The government has pledged to study the feasibility of setting up low-emission zones from which heavily polluting buses would be banned.
The study will consider their pros and cons, including the extent to which they would improve roadside air quality and their impact on passengers and road traffic.
The pledges were made by Secretary for the Environment Edward Yau Tang-wah in the Legislative Council in a written response to a question from Hong Kong Island lawmaker Martin Lee Chu-ming.
Low emission zones (LEZ) are increasingly popular in Europe. Heavily polluting vehicles are banned from them or charged for entering them.
London has recently decreed an LEZ in the city centre and is progressively introducing daily charges of GBP100 (HK$1,540) to GBP200 for vehicles which flout its emission caps. The charge applies initially to heavy trucks; in July it will be extended to trucks over 3.5 tonnes and to buses and, in 2010, to vans and minibuses.
Mr Yau said a third of the vehicles run by Hong Kong's three big bus franchises were pre-Euro or Euro I. The total of 1,960 had dropped by only 80 since September 2006.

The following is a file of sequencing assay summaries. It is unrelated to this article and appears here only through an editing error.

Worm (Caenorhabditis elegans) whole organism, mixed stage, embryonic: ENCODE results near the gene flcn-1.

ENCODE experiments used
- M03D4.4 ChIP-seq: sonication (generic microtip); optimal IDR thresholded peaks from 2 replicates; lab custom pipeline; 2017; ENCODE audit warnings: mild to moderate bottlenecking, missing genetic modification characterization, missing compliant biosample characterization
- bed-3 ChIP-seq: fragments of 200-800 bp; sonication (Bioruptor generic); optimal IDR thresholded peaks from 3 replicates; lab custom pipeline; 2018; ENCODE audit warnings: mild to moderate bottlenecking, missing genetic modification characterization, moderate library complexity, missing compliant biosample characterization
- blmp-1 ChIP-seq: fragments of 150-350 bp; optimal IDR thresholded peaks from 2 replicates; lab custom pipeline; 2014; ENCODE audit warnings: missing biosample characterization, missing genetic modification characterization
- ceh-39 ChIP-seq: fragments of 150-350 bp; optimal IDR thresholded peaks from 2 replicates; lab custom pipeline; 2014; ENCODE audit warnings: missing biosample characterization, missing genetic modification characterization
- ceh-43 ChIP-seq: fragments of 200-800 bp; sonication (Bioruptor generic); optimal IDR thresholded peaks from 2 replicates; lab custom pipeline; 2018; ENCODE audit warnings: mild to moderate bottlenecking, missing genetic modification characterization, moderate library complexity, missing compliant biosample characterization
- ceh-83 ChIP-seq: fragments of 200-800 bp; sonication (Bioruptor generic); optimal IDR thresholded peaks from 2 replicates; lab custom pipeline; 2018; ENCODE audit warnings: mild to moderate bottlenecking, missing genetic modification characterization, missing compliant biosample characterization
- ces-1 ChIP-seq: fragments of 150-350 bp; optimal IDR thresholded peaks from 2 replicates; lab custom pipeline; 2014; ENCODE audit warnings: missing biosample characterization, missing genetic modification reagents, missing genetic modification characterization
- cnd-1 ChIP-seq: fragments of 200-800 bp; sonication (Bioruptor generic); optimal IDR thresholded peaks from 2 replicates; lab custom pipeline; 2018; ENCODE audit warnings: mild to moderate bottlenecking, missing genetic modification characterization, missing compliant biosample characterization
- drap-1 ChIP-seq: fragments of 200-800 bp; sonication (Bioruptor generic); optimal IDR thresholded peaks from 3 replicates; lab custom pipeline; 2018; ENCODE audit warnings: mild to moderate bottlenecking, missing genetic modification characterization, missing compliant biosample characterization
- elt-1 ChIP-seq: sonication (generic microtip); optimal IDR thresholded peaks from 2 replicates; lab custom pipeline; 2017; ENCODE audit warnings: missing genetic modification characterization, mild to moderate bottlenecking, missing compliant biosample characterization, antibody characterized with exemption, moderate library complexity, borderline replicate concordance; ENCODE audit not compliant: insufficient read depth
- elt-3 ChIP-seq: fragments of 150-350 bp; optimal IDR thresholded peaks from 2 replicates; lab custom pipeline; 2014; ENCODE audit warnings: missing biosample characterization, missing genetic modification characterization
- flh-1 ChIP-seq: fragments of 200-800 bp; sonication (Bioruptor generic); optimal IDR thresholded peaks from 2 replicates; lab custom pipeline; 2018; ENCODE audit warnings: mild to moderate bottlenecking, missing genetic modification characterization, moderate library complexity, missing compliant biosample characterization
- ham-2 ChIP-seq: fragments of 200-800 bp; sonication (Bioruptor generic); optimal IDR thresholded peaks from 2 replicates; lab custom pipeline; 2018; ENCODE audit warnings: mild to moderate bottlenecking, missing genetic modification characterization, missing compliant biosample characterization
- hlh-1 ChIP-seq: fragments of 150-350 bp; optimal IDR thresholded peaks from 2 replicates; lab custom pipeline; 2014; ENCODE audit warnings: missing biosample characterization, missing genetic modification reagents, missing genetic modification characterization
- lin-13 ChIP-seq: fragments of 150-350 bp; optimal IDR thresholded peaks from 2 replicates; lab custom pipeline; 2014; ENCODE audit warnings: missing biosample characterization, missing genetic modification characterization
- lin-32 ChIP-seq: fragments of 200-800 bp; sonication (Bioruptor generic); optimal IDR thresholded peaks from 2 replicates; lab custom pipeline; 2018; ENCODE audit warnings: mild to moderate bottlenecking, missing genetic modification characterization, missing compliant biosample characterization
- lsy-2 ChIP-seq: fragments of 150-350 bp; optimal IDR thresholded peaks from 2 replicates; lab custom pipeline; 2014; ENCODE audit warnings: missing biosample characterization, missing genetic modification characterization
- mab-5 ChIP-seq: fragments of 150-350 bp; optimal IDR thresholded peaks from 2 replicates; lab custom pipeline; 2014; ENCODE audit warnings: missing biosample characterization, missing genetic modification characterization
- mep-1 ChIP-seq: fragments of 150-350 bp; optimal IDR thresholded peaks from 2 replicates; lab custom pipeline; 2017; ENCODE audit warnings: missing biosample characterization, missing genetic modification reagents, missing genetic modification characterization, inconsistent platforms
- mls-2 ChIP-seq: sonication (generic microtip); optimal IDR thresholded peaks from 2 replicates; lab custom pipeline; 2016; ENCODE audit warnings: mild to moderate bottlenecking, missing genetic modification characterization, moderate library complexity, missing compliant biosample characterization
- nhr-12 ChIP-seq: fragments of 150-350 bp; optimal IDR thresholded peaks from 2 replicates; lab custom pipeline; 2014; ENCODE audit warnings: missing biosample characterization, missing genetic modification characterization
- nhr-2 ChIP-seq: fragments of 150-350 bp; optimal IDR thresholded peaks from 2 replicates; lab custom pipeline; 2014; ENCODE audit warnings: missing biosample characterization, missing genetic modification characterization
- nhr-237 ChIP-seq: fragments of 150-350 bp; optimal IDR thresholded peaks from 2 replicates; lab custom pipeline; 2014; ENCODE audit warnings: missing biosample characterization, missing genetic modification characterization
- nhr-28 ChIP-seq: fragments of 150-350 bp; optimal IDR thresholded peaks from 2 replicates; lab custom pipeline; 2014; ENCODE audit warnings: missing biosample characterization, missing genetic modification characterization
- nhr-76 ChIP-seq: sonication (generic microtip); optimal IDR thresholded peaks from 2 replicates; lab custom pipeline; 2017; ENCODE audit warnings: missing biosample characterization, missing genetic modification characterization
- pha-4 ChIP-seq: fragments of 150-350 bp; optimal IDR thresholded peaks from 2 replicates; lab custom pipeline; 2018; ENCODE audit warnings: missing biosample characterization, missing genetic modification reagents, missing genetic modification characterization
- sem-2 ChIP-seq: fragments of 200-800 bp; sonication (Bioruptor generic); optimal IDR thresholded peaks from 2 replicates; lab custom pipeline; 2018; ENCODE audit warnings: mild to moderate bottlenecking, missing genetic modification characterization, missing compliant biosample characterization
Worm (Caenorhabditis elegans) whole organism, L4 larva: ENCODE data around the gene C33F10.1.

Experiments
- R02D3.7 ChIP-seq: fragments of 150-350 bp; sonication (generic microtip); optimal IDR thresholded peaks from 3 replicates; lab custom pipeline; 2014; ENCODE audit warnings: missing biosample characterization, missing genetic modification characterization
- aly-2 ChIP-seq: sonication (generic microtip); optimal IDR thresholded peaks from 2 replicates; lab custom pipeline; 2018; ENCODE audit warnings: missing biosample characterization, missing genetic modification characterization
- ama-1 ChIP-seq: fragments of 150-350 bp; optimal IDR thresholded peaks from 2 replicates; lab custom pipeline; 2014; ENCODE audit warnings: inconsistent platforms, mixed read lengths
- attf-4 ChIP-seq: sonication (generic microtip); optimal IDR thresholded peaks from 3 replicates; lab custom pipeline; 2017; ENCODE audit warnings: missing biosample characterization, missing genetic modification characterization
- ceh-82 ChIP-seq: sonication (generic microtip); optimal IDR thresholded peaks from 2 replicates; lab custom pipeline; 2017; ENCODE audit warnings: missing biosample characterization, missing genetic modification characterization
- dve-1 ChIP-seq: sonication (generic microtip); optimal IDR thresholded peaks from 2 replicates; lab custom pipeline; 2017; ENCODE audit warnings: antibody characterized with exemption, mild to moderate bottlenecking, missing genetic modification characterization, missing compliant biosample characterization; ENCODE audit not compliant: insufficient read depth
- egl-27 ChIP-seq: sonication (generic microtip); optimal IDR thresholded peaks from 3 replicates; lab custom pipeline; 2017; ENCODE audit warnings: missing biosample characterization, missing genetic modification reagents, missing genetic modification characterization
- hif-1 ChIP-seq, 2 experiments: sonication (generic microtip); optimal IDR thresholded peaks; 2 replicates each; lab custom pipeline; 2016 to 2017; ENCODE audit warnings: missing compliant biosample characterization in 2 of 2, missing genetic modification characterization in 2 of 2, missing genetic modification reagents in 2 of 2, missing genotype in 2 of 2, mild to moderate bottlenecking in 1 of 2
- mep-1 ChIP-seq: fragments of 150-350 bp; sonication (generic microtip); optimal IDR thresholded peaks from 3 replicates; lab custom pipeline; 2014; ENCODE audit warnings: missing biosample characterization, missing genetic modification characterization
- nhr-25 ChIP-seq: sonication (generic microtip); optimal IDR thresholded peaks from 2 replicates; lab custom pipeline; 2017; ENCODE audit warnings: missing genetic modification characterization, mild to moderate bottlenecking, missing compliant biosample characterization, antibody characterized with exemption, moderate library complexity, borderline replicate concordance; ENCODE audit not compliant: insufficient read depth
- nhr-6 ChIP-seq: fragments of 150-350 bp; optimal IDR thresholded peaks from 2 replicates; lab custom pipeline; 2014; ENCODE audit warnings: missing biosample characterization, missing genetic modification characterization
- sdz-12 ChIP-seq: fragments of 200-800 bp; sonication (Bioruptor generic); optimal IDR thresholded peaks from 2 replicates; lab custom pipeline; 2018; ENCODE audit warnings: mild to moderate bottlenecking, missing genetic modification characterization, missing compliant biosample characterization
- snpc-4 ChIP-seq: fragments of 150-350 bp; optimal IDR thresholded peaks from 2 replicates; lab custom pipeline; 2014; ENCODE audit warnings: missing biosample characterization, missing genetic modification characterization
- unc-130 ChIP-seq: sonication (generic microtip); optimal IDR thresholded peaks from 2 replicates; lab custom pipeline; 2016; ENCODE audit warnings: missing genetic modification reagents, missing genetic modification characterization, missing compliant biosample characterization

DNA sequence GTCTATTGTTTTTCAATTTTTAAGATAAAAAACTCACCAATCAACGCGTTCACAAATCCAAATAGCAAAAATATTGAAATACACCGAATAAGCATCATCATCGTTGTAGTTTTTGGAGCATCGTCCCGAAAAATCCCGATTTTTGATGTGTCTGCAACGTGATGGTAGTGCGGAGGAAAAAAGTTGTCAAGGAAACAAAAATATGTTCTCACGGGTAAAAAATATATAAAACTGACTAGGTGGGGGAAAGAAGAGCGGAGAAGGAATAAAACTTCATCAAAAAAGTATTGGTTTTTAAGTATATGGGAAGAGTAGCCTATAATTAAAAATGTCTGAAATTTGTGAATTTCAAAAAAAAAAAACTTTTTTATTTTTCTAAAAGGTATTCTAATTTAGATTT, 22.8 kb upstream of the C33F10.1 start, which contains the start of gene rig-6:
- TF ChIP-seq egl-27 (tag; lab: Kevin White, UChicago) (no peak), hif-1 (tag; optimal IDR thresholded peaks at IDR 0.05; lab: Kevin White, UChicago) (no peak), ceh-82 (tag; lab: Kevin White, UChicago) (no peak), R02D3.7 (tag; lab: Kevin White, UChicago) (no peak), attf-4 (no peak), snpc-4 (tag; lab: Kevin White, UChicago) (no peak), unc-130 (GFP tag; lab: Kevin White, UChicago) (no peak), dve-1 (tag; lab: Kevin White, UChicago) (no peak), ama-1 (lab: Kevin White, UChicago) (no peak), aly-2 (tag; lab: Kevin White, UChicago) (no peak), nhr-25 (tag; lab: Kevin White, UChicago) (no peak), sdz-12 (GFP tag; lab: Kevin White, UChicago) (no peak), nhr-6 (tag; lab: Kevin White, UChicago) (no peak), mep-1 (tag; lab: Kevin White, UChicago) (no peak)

Pre-Euro vehicles were built before 1992, when the European Union introduced its first emission standards for heavy vehicles, known as Euro I.
The tougher Euro II standard was introduced in 1996.
At the end of last year, Kowloon Motor Bus, CityBus and sister company New World First Bus were operating 609 pre-Euro buses and 1,351 Euro I buses.
Of these, 311 were plying some of city's busiest roads, including Hennessy Road, Queensway - the worst affected - and Des Voeux Road Central on the island and Nathan Road in Tsim Sha Tsui.
Most of them were in the CityBus fleet.
But Mr Yau told lawmakers that forcing them off these roads would shift the air pollution problem elsewhere.
'The government needs to study carefully whether deploying all pre-Euro or Euro I buses outside low emission zones will shift the roadside air pollution problem to areas which are currently unaffected, or worsen their current situation,' he said.
Pre-Euro and Euro I buses accounted for about half the 100 tonnes of respirable suspended particles and nitrogen oxides emitted by franchised buses in 2006.
A Euro IV diesel vehicle emits 95 per cent less particulates and 60 per cent less nitrogen oxides than a pre-Euro vehicle, the Environmental Protection Department says.